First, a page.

Kenton Jones, VP of MarketingThe month of May unofficially marks the transition from spring into summer. The days are brighter and the weather is warmer. Children are wrapping up the school year, and families start planning out summertime activities. It’s the perfect month for families to start hitting the beaches.

A day at the beach can be as nice as it gets, between the sand, the sun, the surf, and the swimming. While it can be a fun and relaxing day for the whole family, it’s important to keep in mind some general rules for beach water safety.

First, make sure everyone understands the hazards and dangers at the beach. Some of the most common dangers include:

  • Rip currents. These powerful currents of water can pull swimmers away from the shore and out to sea, and account for more than 80 percent of rescues performed by beach lifeguards. Because of their danger, beach authorities will place warning flags to let swimmers know if rip currents are present in the area. To escape a rip current, don’t try to fight it directly, but instead swim parallel to the shore and swim back to land at an angle. If you see someone caught in a rip current, call a lifeguard for help, and throw the swimmer something that floats; do NOT attempt a rescue them unless you are a trained lifeguard.
  • Sunburn. The direct sunlight and heat at the beach can lead to sunburn, heat cramps, heat exhaustion, and heat stroke. Always use sunscreen at the beach, and drink water and stay hydrated; you can get a sunburn even when the sky is overcast.
  • Contaminated water. Beach water can be contaminated from a wide variety of sources, including oil from boats, garbage from other beachgoers, nearby septic systems, fertilizer, runoff due to rain, or hazardous substance spills. The presence of harmful chemicals, bacteria, or other contaminants in the water can cause gastrointestinal illnesses or worse upon exposure or ingestion.
  • Harmful algal blooms. Dense populations of harmful algae can form in warm waters, and a small percentage of these blooms can be toxic. These toxic algae formations are known as “harmful algal blooms” (HAB), and can cause physical distress through contact or ingestion.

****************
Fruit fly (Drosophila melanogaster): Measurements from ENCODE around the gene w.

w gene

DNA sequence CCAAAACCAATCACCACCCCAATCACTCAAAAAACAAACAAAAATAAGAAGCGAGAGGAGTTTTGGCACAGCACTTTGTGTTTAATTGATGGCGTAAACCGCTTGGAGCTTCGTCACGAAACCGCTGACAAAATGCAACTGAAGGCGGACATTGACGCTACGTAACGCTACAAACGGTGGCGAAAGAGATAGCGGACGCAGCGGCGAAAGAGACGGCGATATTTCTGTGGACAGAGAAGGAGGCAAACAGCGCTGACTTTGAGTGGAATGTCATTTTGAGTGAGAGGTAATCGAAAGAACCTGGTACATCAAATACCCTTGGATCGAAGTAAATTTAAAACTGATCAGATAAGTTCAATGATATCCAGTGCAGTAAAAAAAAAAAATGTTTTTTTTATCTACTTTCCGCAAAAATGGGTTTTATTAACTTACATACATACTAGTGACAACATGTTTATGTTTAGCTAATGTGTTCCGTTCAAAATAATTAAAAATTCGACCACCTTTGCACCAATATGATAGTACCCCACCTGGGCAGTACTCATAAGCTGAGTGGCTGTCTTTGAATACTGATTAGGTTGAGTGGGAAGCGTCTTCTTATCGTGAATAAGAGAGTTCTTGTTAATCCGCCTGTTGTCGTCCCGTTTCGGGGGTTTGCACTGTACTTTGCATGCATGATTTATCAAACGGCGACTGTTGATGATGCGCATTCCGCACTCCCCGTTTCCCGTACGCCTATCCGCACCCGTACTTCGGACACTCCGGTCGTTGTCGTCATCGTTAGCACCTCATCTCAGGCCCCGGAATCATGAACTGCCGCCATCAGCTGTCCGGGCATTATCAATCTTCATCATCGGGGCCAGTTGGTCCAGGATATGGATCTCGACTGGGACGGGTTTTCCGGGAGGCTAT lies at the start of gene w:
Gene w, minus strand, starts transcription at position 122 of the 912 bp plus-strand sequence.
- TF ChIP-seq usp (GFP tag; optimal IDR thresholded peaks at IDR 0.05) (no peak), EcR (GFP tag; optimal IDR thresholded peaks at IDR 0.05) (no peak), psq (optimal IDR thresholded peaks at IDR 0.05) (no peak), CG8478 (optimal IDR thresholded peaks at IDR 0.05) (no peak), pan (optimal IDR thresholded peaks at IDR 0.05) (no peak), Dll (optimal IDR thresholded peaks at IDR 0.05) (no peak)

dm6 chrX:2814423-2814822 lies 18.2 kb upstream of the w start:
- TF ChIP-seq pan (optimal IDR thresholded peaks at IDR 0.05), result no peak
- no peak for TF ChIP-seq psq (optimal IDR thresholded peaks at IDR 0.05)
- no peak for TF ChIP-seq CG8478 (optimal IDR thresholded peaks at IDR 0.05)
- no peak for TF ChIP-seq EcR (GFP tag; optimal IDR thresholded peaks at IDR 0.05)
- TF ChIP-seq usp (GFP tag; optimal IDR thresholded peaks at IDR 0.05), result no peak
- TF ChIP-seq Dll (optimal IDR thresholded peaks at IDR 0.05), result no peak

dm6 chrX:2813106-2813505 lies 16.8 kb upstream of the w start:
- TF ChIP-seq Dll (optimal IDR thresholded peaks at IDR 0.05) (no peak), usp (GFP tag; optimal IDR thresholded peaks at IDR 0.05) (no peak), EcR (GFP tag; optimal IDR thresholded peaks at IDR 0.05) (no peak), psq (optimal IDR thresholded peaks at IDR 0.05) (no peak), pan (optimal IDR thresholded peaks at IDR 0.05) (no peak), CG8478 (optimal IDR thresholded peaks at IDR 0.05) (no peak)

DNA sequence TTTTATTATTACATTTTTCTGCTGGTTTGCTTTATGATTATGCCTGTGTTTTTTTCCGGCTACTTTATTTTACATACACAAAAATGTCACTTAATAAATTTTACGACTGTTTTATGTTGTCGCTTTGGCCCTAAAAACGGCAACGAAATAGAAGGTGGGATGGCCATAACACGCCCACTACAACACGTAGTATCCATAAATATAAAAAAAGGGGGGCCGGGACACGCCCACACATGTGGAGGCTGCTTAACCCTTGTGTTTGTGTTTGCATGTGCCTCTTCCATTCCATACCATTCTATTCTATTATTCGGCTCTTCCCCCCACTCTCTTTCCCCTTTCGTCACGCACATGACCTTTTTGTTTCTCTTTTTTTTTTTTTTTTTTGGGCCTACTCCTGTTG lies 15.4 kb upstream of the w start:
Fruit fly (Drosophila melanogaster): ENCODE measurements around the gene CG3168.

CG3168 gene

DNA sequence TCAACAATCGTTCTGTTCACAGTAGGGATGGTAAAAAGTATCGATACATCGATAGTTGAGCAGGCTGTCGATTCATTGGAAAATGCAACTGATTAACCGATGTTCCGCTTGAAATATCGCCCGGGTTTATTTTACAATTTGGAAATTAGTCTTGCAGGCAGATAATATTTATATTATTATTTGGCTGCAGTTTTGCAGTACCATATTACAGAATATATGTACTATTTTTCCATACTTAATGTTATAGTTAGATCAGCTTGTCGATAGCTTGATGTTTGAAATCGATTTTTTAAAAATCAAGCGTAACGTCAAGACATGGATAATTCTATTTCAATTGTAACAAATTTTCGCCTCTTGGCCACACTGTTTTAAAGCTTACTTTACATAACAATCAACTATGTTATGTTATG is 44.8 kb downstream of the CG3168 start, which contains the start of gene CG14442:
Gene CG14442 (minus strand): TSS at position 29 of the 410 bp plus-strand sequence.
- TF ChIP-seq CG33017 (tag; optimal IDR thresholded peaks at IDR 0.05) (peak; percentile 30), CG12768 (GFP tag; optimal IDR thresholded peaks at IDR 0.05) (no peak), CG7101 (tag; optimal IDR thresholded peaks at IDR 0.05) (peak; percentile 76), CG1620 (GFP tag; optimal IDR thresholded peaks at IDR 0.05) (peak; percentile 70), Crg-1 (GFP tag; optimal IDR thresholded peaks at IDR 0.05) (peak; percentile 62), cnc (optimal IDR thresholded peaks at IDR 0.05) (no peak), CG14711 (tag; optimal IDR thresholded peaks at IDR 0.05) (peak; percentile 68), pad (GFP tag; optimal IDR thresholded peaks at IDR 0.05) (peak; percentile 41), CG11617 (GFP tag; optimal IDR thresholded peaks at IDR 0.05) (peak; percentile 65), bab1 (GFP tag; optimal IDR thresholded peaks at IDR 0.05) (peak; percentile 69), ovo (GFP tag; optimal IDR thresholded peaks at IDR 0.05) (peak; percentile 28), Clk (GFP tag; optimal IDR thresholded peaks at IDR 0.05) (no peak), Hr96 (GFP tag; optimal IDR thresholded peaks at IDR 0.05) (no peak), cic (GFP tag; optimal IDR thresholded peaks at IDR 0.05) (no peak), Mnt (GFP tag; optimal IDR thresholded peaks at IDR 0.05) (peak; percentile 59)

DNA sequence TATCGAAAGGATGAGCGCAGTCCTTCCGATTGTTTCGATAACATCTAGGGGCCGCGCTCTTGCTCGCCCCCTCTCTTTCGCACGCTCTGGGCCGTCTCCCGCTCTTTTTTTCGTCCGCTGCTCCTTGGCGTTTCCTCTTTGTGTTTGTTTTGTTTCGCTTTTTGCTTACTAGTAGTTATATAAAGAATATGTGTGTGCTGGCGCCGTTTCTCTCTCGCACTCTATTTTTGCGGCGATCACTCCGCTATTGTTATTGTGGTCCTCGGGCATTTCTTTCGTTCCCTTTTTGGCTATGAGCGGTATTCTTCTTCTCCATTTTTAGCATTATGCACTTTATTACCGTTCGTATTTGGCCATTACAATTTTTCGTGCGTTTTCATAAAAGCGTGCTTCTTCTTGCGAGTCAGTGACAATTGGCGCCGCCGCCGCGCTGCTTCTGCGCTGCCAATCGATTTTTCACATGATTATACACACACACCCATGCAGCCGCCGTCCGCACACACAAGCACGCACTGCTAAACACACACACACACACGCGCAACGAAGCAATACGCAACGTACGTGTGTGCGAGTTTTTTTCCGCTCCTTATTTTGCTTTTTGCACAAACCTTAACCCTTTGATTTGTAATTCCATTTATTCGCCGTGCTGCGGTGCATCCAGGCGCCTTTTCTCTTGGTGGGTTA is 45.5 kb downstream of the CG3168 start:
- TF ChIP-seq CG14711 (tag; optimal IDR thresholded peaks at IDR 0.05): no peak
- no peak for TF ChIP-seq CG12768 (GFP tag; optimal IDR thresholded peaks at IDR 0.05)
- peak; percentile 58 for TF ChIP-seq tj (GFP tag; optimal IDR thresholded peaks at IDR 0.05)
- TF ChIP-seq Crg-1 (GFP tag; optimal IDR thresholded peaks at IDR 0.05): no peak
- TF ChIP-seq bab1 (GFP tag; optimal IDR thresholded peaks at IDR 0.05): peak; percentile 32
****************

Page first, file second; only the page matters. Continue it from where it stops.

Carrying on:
• Jellyfish. While not universal to every beach, there are roughly 70 species of jellyfish that can seriously injure or kill people due to their stings. Even jellyfish washed up on the sand can still sting if their tentacles are wet.
  • Sharks. Although not nearly as common as many forms of media may imply, shark attacks can still occur in coastal beach waters. Sharks can generally be avoided by staying closer to shore, in groups, and by swimming during the daytime. Bleeding wounds, shiny jewelry, and brightly colored swimwear may attract sharks in the area, so avoid entering the water when present with one or more of those items.
  • Lightning. Not something that usually enters the conversation when it comes to water safety, lightning can be a concern due to the nature of beaches. The relatively open, flat land of a beach makes it very dangerous for people to be standing anywhere there during a lightning storm, as people and beach umbrellas could serve as the tallest targets in the area for a lightning strike.

Knowing the possible dangers at the beach is only the first step toward beach water safety. Anyone going to the beach, and especially families with young children, should adhere to the following beach safety guidelines:

  • Find the nearest lifeguard stations, and make sure everyone in your group can easily locate them.
  • Only swim in designated areas with a lifeguard present.
  • Check with a lifeguard for any updates on current swimming conditions and water hazards.
  • Always swim with a buddy.
  • Always be on the lookout and avoid areas marked for the presence of rip currents.
  • Do not overestimate your swimming abilities – stay close enough to shore to comfortably swim back.
  • Always enter the water feet first; diving into the water headfirst can lead to serious injury.
  • Never swim under the influence of drugs or alcohol.
  • If you are supervising other family members in the water, do not be distracted by other people or objects, such as cell phones.
  • Use sunscreen before any time at the beach, and reapply frequently – particularly any time you enter and leave the water.
  • Drink plenty of water to stay hydrated under the hot sun.
  • Always observe and obey any officially posted signs, flags, or notices.
  • Young children and family members who are not proficient at swimming should always wear a life jacket in the water.

With all these guidelines in mind – as well as any current social distancing and mask guidelines – feel free to take a family trip to the beach for some fun. Just make sure to be smart, stay safe, and keep hydrated. People should enjoy water in all its forms and aspects, and a beach outing is great for both physical and mental wellness.